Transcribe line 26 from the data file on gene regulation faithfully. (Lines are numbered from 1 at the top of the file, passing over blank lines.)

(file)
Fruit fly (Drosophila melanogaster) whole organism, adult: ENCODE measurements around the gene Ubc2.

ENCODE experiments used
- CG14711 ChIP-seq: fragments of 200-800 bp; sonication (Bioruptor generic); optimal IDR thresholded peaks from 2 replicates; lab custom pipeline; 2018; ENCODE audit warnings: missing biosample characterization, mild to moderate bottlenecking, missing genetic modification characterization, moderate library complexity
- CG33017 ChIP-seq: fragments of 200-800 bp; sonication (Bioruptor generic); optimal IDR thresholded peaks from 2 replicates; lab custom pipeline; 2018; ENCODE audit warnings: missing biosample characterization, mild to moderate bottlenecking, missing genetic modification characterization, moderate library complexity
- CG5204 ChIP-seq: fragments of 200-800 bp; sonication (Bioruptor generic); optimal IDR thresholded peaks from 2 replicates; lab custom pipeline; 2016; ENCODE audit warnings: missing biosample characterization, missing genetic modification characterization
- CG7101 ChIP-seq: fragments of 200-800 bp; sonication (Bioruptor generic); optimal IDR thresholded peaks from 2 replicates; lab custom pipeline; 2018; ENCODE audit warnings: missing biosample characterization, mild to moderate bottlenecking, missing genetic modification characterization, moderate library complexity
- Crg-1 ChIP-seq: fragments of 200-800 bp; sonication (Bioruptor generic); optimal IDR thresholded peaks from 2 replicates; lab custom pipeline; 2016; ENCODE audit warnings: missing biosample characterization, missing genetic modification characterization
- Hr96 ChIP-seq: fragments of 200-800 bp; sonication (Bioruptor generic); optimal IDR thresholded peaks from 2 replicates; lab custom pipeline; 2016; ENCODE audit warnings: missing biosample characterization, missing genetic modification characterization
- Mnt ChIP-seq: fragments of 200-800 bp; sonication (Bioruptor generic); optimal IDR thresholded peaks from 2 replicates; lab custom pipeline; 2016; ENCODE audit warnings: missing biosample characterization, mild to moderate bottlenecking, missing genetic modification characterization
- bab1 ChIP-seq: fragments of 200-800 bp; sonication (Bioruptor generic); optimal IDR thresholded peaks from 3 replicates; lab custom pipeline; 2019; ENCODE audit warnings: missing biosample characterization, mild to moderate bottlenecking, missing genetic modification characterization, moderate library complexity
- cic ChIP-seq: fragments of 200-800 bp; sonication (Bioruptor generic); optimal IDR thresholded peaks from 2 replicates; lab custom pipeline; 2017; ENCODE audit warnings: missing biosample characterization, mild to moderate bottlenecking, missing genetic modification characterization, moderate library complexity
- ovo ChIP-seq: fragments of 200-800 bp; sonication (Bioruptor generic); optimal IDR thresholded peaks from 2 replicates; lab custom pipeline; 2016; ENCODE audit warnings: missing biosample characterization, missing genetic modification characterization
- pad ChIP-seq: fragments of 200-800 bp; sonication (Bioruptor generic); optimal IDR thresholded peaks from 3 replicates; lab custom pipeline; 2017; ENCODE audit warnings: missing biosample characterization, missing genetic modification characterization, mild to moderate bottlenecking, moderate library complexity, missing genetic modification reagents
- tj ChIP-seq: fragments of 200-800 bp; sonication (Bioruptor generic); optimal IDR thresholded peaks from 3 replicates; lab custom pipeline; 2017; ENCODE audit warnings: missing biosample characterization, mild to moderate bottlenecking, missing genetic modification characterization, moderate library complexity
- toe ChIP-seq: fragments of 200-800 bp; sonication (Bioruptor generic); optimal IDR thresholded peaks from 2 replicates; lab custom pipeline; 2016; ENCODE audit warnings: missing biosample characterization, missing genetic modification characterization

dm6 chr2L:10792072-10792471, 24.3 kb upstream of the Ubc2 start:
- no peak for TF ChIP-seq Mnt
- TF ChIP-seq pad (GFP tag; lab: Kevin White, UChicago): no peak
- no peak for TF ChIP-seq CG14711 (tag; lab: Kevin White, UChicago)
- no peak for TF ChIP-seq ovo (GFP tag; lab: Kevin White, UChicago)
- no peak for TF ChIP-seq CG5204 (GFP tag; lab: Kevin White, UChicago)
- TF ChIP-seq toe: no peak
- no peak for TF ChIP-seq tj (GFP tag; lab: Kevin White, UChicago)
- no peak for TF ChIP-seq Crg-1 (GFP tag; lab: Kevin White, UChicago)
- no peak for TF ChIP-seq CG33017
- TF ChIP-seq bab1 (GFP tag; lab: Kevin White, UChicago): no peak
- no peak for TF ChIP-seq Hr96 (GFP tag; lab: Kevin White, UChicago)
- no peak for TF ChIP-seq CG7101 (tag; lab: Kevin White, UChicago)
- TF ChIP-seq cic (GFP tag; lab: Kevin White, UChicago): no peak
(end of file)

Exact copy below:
- TF ChIP-seq bab1 (GFP tag; lab: Kevin White, UChicago): no peak